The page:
With release of the key, the backcheck releases its hold on the hammer and the repetition spring exerts a lifting force on the hammer as the jack end moves under the hammer knuckle. As the jack continues to move the compression of the spring and its leverage over the hammer assembly rapidly decrease, allowing it to settle onto the jack end. However, the force of spring, abetted by the mechanical advantage provided to the jack by the cam shape of the knuckle, easily completes reengagement of the jack.
The jack end can be as wide as spacing between notes will allow, which is much wider than is possible with the Herz-Erard action and thus affords a low pressure contact relative to the force levels involved. The low contact pressure makes for durability and for long duration of the effects of adjustments.
In comparison, the width of the jack of the Herz-Erard action is limited because the available space on the knuckle must be shared with the repetition lever, resulting in high pressure contact between the jack and knuckle. The repetition spring in the Herz-Erard action deflects very little during disengagement and reengagement, and its line of action and related effective lever arms also change very little. As a result, during reengagement there is not enough energy available for reengagement to occur without the help of the mechanical interaction involving the repetition lever whereby clearance for jack reengagement is provided mechanically and constitutes lost motion. This means that when a note is played there is always some clearance to be taken up and adjustments are highly critical. Also, there are five mechanical adjustments and a spring adjustment compared to the two mechanical adjustments and a spring adjustment in the subject action.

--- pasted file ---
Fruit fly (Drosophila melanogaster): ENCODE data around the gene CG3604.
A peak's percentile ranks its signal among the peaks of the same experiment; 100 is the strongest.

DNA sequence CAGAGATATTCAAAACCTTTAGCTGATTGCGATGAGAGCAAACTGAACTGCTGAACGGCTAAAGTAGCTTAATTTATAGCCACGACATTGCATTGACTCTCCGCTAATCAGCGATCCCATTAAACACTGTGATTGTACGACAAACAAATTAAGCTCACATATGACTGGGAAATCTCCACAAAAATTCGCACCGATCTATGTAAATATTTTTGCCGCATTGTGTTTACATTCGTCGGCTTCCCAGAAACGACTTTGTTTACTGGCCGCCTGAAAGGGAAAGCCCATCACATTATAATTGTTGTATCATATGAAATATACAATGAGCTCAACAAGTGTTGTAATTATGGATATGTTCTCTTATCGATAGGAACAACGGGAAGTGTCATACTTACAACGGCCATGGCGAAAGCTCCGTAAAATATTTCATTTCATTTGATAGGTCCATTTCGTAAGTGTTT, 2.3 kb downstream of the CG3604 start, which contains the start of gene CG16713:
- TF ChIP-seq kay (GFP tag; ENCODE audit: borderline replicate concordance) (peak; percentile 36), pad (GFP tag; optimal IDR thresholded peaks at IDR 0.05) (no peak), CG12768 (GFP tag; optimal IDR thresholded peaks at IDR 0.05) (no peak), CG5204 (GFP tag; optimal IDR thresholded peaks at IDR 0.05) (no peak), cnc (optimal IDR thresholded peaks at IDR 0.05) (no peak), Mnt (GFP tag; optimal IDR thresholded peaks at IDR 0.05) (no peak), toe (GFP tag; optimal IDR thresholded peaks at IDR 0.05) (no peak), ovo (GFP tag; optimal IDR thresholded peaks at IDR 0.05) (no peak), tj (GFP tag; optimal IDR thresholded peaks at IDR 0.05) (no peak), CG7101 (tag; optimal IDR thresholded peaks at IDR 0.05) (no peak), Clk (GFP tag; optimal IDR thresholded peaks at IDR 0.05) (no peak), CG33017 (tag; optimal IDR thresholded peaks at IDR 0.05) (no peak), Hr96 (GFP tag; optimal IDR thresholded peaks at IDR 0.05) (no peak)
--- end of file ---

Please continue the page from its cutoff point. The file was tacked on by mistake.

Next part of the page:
The invention is described in more detail below with reference to the attached drawings.BRIEF DESCRIPTION OF THE DRAWINGS
FIG. 1 is a partially sectioned schematic drawing of the prior art Herz-Erard action in the at-rest condition.
FIG. 2 is a schematic drawing of the subject action in the at-rest condition.
FIG. 3 is a schematic drawing of the subject action in which the playing end of the key has been depressed slowly to bring the action to the point of initiation of disengagement.
FIG. 4 is a schematic drawing of the subject action with the playing end of the key fully depressed and the action fully disengaged.DETAILED DESCRIPTION OF THE INVENTION